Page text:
With Chainsaws The Town Came Together To Rescue Two Horses From A Frozen Lake

Wilhelm and Gunther, a pair of draft horses in East Stroudsburg, Pennsylvania, escaped through their fence one freezing day and embarked on an adventure.Unfortunately, the 1,500-pound horses got themselves into some difficulty as they rushed directly into a frozen lake.

The ice beneath their feet cracked with a painful crack, and the two tumbled into the frigid lake.The horses became scared when they couldn’t get out, and the ice around them prevented them from swimming to shore.When a neighbor discovered them, he dialed 911, and emergency services were dispatched to save the scared horses.

“I noticed two horse heads protruding from the ice.” “That was the only thing you saw,” Blue Ridge Hook & Ladder Fire Company Chief Leon Clapper said.


“We weren’t going to be able to pick them up, set them on the ice, and slide them out in a boat because of the weight.

First rescuers began digging a tunnel from the coast to the horses’ trapped hole.
When word got out that the horses were in distress, neighbors flocked to the scene to provide a helping hand.


“Some of the other neighbors were horse owners, so they went out and bought heaters, blankets, and other items.” “It was, you know, a real team effort,” Chief Clapper added.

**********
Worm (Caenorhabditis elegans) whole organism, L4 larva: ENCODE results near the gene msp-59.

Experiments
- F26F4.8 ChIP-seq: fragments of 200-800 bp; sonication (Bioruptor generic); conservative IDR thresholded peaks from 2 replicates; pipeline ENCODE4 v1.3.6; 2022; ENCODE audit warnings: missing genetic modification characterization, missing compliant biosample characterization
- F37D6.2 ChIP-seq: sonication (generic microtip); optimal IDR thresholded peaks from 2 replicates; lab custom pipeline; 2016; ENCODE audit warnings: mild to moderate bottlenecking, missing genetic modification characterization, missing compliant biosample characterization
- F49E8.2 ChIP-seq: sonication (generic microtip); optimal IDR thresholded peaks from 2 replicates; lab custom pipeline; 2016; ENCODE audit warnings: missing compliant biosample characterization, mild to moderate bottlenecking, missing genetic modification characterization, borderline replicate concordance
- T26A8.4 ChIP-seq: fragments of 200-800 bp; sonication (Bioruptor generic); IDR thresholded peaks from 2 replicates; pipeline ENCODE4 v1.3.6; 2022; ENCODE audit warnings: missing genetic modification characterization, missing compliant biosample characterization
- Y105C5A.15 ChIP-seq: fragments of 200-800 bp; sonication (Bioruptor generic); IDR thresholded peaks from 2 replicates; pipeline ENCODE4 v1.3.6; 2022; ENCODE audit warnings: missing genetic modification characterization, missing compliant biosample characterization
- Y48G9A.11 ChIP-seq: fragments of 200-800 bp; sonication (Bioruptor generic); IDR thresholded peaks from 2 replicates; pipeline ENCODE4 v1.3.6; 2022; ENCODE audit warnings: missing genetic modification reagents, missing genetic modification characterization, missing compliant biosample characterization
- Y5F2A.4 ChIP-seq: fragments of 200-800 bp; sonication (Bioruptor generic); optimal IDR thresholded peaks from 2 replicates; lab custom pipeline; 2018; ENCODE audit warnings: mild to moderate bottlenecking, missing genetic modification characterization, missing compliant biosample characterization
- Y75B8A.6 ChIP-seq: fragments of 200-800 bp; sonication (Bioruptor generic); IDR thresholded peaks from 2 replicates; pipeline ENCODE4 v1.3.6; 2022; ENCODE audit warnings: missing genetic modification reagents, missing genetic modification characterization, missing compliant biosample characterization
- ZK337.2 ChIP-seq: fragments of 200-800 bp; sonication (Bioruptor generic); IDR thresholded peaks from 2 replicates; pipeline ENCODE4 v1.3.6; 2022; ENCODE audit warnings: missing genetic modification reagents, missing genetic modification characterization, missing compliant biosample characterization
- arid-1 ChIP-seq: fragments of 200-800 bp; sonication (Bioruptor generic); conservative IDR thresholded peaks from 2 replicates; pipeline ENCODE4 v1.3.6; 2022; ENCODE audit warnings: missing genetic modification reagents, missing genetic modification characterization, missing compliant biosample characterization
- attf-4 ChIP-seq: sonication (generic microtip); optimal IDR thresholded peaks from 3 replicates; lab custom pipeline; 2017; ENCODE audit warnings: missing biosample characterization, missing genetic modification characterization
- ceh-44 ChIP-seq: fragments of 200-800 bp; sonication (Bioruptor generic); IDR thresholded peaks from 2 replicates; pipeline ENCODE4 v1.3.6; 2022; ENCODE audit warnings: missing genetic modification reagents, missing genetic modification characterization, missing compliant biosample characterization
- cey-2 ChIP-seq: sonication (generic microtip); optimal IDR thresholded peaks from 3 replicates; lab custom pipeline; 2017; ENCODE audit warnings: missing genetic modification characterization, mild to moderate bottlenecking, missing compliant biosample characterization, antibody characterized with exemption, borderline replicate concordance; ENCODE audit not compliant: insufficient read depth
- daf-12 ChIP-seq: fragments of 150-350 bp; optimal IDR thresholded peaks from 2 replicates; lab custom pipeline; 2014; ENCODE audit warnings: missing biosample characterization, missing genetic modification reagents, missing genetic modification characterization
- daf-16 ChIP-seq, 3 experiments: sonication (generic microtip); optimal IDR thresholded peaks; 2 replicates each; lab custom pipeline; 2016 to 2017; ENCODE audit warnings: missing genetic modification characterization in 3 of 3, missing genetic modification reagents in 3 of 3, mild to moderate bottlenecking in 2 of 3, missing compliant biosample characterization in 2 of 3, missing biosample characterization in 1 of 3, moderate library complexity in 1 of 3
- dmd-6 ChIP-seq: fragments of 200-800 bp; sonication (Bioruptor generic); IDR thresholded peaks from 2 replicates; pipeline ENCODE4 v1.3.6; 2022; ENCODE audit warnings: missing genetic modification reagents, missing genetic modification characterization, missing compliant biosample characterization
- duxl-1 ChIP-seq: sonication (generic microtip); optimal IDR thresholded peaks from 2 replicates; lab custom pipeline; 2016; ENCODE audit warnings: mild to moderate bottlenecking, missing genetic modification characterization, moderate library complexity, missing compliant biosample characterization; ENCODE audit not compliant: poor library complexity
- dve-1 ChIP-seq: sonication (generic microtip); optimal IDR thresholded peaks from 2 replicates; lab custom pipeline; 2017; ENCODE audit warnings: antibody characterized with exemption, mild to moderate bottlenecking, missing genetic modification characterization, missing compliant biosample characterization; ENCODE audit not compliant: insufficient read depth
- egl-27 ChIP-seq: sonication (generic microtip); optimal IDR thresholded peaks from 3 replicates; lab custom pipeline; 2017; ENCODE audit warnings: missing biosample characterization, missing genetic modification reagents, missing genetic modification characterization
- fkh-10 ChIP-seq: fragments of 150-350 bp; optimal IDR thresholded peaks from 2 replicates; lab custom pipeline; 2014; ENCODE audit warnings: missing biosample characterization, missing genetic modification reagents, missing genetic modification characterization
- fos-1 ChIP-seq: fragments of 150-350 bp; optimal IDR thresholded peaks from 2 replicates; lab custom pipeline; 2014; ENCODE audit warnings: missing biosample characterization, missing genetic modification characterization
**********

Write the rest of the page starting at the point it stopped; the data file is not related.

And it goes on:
“Most guys are strong,” Milton Mosier, farm manager at Quiet Valley, said, “but it was really emotional when I saw them out there and just felt a bit powerless.”


“For a while there, we thought we were simply going to have to watch them slip away and have to rescue bodies,” says the narrator. “But then we realized we could do something about it and get them out of there.”


Hannah explained, “We were simply gung ho to collect anything we needed to get them out of there.”

Finally, the horses were dragged to the beach and placed beneath warm blankets erected by members of the village.

Wilhelm had minor wounds and an inflamed eye, but Gunther appeared to be well.

“You always worry whether it’s going to be a tragedy when you arrive here and you’re first on the scene and you see it,” Chief Clapper said. “And you saw the two horses move away,” says the narrator. It’s a pleasant sensation.”

Quiet Valley Living Farm posted on Facebook, “We cannot begin to thank all of the first responders, rescuers, and firemen that came to our horses’ aid.”

“We’d be telling an entirely different tale if it weren’t for them.” After assisting Wilhelm and Gunther, some of these incredible men and women need medical attention.”